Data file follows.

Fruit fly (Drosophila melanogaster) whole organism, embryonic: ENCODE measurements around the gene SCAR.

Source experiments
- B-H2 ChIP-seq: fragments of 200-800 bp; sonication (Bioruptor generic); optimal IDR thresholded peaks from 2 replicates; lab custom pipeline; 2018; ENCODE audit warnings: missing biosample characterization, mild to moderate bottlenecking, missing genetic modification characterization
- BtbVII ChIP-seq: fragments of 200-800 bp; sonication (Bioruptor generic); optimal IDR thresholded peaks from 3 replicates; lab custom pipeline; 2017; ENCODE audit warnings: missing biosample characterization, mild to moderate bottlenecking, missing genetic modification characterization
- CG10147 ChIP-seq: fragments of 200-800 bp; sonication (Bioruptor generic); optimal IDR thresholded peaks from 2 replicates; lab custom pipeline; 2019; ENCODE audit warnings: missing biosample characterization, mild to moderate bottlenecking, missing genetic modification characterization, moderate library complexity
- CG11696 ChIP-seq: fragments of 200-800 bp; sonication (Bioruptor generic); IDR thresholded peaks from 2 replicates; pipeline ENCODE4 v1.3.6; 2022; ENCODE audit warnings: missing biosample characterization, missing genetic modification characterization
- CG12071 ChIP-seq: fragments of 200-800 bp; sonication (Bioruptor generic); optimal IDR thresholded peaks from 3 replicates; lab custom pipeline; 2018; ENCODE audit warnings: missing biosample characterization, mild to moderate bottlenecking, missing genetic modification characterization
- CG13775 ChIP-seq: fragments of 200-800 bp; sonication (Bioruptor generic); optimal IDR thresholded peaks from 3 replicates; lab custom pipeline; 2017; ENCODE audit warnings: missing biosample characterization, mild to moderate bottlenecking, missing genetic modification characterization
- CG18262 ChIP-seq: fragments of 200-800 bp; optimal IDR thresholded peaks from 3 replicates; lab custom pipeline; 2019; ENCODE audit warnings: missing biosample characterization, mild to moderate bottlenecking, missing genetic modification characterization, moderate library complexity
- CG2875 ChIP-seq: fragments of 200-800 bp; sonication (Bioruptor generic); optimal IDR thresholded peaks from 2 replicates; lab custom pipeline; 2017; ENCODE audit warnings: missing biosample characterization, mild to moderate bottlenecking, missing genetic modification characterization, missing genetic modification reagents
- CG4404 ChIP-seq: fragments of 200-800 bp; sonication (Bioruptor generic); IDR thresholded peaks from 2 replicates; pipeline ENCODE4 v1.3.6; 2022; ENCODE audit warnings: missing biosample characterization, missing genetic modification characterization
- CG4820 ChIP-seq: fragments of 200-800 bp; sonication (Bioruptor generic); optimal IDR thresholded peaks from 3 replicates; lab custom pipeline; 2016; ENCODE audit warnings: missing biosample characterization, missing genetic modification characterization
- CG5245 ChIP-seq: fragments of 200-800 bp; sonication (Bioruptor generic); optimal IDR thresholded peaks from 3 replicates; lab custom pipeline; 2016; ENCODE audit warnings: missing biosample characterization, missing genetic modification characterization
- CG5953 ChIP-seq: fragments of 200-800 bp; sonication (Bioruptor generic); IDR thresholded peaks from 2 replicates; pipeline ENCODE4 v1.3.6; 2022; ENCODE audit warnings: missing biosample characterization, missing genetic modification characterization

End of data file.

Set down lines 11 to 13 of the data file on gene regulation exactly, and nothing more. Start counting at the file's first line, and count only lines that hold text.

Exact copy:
- CG4404 ChIP-seq: fragments of 200-800 bp; sonication (Bioruptor generic); IDR thresholded peaks from 2 replicates; pipeline ENCODE4 v1.3.6; 2022; ENCODE audit warnings: missing biosample characterization, missing genetic modification characterization
- CG4820 ChIP-seq: fragments of 200-800 bp; sonication (Bioruptor generic); optimal IDR thresholded peaks from 3 replicates; lab custom pipeline; 2016; ENCODE audit warnings: missing biosample characterization, missing genetic modification characterization
- CG5245 ChIP-seq: fragments of 200-800 bp; sonication (Bioruptor generic); optimal IDR thresholded peaks from 3 replicates; lab custom pipeline; 2016; ENCODE audit warnings: missing biosample characterization, missing genetic modification characterization